Teachers, do you incorporate listening into your private lessons? This is something that I would do on occasion, but not with purposeful intent… until the fall of 2012. That summer, we got a scary look at the state of classical music here in the U.S.: Minnesota, the NY and Philadelphia Phil's financial problems, Chicago missing a concert because the musicians went on strike, and the weeks of bitter contract negotiations while musicians of the Indianapolis and Atlanta Symphonies were locked out. Many orchestras were struggling through their seasons, desperately looking for ways to increase ticket sales and funding. But it's not just orchestral - 60 Minutes aired an article on how more and more pianos are ending up in landfills. That year, piano sales took a dive, sending some retailers out of business. It really bothered me - after all, this is my chosen profession. I spent quite a bit of time thinking about it, about the why's and the what-to-do's.
I'm not going to take the time to go over all my thoughts on the subject. But, I would like to bring to you one facet of my overall conclusion that I could do something about: people don't listen as much anymore. Whether they feel disconnected or intimidated or impatient, it all boils down to the audience, which over the past couple of decades, we have not been developing. Even in terrific music programs, the students don't listen. They play, but they don't listen to music made on their chosen instrument. They themselves tell me so. I decided to make it my job to supply the opportunity for my students to learn listen, and began an experiment that was intended to last a semester. I started scheduling "Listening Days" into my lessons. Every few weeks, I took out my phone and played a song. The same song for every student, in every lesson, every day, all week long.
And after we got into it a bit, we started talking about it. I asked open questions like, "What does it sound like?" and more focused ones like, "What instruments do you hear?" The students told me about what they heard, and why they either liked it or disliked it. Afterward, I talked briefly about the piece and its composer. Weeks later, I chose another piece and we did it again. And then again. And then again.
I was surprised and very pleased with the results I had that semester. So much so, that I’ve kept it going for the past four years. I don’t tell the students ahead of time, and most students, when I pull out my iPhone and say, "it's a listening day" respond with enthusiasm. I've had NONE so far respond negatively. If it’s been a little too long between listening days, students will ask if we’re having another one soon. One time, of my little ones even got out of her chair and started dancing around the room along with the music - and that's ok for the little kids. (Although maybe not for your teenagers!) We then pepper in some discussion on how to find music like this, where to look for it. I'm surprised that students genuinely don’t think to look this stuff up - and most of them have a music-playing device connected to iTunes, Pandora, Rdio, YouTube, iHeart, or Spotify right in their pocket!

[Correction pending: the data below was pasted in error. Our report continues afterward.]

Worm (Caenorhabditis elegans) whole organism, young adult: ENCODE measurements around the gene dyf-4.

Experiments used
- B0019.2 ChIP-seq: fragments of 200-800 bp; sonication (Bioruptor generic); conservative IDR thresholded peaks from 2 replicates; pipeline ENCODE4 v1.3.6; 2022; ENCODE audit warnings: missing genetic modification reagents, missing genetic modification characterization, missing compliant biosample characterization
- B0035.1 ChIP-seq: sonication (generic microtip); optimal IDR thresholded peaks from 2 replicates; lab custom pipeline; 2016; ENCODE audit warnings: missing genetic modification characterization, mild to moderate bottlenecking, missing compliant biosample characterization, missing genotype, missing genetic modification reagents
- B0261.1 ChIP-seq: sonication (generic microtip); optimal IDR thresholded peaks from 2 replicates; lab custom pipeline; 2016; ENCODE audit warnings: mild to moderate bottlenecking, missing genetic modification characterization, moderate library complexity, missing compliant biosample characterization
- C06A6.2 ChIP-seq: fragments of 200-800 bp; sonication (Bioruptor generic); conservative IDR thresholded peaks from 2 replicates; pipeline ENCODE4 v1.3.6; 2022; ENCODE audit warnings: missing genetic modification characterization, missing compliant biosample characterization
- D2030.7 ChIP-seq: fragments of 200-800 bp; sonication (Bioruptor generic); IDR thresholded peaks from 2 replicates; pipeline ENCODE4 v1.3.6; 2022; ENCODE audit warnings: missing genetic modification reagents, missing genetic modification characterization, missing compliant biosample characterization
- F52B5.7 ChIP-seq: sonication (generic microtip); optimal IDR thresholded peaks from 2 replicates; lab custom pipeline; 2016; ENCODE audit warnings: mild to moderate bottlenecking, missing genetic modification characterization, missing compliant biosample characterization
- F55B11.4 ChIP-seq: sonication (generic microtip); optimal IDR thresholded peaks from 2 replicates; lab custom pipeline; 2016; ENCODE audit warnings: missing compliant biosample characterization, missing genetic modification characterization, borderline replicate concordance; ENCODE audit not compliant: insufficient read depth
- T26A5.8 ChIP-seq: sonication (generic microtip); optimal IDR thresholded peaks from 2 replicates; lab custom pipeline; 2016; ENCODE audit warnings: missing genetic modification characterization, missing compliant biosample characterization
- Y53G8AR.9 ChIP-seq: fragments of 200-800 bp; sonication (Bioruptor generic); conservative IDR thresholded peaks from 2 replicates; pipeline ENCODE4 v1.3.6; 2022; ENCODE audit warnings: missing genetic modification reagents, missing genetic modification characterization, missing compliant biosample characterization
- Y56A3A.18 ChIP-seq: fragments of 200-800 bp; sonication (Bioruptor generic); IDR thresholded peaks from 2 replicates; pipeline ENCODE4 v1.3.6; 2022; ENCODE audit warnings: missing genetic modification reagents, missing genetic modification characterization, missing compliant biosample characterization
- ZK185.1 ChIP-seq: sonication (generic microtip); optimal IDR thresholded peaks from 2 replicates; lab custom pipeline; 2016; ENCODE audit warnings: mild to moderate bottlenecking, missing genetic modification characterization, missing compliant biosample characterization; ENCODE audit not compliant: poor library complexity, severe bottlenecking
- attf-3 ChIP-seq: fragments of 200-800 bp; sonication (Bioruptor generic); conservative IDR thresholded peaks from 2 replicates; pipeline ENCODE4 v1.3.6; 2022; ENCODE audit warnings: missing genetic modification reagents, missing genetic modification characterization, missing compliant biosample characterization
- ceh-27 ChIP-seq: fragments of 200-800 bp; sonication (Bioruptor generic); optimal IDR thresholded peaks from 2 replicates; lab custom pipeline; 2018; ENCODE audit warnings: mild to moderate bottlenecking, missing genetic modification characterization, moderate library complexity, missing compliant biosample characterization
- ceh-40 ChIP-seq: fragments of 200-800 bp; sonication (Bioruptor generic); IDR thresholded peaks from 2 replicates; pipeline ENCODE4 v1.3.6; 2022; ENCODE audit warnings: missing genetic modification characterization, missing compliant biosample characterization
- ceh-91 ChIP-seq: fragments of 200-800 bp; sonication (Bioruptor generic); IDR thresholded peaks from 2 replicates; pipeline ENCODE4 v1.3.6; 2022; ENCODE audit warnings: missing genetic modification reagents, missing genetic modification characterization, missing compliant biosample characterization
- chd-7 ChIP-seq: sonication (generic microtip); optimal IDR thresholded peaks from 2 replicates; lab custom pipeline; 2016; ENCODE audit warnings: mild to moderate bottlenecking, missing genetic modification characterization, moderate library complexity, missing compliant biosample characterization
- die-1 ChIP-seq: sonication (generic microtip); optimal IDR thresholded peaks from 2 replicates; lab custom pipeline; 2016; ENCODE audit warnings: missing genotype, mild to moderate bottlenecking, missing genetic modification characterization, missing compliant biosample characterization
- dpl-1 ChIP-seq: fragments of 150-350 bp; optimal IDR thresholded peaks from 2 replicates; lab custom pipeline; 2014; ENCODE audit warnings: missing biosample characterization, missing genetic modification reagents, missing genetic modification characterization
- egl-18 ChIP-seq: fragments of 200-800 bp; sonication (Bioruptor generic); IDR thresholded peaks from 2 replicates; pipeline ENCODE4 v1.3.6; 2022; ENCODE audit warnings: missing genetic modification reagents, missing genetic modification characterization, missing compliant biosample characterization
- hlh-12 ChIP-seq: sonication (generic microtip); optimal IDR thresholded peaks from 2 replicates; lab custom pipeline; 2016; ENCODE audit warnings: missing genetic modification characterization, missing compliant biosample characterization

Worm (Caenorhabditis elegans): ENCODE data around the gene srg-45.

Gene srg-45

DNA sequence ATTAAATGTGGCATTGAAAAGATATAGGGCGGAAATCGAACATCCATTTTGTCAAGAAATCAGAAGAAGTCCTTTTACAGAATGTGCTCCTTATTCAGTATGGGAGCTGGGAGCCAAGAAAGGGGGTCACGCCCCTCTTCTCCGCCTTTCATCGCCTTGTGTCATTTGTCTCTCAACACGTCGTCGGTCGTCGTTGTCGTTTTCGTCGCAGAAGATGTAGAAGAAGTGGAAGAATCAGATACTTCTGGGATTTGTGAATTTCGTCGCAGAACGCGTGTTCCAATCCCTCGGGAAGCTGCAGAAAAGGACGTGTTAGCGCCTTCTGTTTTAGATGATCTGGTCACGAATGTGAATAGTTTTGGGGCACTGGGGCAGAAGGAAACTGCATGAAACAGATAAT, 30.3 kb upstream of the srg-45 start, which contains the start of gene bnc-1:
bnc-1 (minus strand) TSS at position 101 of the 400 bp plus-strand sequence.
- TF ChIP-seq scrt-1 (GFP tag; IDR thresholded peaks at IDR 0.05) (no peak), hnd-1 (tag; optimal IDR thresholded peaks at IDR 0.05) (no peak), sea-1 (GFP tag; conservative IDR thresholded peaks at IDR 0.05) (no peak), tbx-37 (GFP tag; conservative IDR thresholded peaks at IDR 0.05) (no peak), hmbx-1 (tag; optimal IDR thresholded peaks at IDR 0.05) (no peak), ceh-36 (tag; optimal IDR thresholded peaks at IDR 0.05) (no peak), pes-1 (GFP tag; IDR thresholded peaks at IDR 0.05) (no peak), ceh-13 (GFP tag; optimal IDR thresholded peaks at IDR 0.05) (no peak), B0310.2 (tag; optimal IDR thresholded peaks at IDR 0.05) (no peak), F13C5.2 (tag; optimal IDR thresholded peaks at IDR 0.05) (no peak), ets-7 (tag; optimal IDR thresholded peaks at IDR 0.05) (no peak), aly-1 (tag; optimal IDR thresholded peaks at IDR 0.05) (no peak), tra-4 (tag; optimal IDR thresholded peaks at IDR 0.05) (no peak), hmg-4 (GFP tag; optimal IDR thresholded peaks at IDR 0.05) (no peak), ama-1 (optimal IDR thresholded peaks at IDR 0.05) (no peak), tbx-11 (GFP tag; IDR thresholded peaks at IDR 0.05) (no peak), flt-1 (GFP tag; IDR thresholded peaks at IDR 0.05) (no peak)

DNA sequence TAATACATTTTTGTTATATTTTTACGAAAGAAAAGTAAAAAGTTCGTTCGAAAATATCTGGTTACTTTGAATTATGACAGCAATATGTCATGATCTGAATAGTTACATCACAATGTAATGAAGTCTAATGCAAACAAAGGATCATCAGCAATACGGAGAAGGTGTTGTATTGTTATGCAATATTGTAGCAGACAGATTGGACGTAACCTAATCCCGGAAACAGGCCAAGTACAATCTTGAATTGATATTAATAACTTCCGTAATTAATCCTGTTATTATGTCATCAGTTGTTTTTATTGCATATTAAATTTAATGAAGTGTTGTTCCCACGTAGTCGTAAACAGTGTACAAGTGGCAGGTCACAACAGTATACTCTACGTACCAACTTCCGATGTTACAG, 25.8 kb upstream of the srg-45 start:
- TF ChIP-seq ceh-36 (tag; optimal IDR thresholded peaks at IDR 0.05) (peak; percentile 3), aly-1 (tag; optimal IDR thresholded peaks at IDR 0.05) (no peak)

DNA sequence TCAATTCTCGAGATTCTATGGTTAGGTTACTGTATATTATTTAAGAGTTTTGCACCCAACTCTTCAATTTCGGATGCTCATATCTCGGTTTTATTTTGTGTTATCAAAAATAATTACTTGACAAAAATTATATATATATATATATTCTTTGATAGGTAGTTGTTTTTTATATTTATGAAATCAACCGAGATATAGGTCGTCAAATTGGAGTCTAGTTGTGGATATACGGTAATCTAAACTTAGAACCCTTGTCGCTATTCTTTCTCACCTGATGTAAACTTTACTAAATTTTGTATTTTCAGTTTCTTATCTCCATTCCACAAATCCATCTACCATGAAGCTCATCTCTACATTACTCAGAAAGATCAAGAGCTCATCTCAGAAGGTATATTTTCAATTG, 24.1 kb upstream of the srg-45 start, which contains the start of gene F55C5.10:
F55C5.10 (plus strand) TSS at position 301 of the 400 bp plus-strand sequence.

Private teachers, please give this a try. Choose short pieces, and yes, it will take 5-7 minutes of one lesson every several weeks. But, you are more than an instructor of technique - you are a window that can broaden someone’s perspective on the musical world. Through your instruction on how to listen, a student may be able to better relate and enjoy a piece of music that they may not have paid any attention to otherwise. It’s worth the time.
A few tips for you:
1. Do choose pieces that are short, or listen to just a section rather than the entire work. Listening is important, but we do only see them once a week. Plus, the longer the piece, the more difficult it will be for them to talk with you about it, especially the younger students.
2. Choose a variety of pieces. I've used symphonies, chamber music, opera, concertos, jazz… Make sure to include pieces that feature the student's instrument, but don’t feel limited to just that instrument or family or instruments. In my studio, we listen to lots of works for woodwind instruments, but not always.
3. Sit quietly and just listen to the recording with them for a minute. Then, ask your students what they think BEFORE you give any insight, explanation, or opinion. I was amazed at some of the things my students had to say. Ask questions that will let them tell you what they hear before you tell them what you think they should hear. When you do start talking, answer your own questions: “I love (this) about this piece,” or “It makes me think of (this) because ____.” Make it more of a conversation than a lecture.
4. Ask if they liked the piece, and tell them it's ok if the answer was "no." Ask what they like about it, and if they don't seem to like it, ask what they don't like about it. We’re trying to get them thinking about the music. You don't like every piece you hear, and they shouldn't think they have to, either. Which leads into my next point:
5. Make it clear that you are not telling them they should ONLY listen to classical or jazz. My students know that I listen to lots of different kinds of music, including punk… yup, punk. I like it - and that's ok. But do encourage them to work classical and jazz into their musical diet.
Teachers, please try this. You have uninterrupted, one-on-one time with them, and this seems like such a basic, trivial thing, but it's already making a difference with my students. They're talking with me about music and musicians without me always being the one to bring it up. They’re telling me how they used to think classical and jazz were boring, but now they hear so much more in it. They’re relaying discussions they have with their peers about music. We need them for the future of classical music, and we already know the medium is worth preserving. They just need someone to teach them to listen.